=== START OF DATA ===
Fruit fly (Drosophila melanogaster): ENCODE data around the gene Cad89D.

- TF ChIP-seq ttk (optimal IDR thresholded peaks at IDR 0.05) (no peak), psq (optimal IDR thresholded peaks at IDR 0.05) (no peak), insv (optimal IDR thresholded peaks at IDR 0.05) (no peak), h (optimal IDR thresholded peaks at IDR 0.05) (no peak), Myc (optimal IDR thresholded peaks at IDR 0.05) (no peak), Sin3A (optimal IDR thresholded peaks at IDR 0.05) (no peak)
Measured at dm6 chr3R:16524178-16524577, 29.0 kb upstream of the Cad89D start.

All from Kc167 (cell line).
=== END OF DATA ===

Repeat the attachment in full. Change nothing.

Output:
Fruit fly (Drosophila melanogaster): ENCODE data around the gene Cad89D.

- TF ChIP-seq ttk (optimal IDR thresholded peaks at IDR 0.05) (no peak), psq (optimal IDR thresholded peaks at IDR 0.05) (no peak), insv (optimal IDR thresholded peaks at IDR 0.05) (no peak), h (optimal IDR thresholded peaks at IDR 0.05) (no peak), Myc (optimal IDR thresholded peaks at IDR 0.05) (no peak), Sin3A (optimal IDR thresholded peaks at IDR 0.05) (no peak)
Measured at dm6 chr3R:16524178-16524577, 29.0 kb upstream of the Cad89D start.

All from Kc167 (cell line).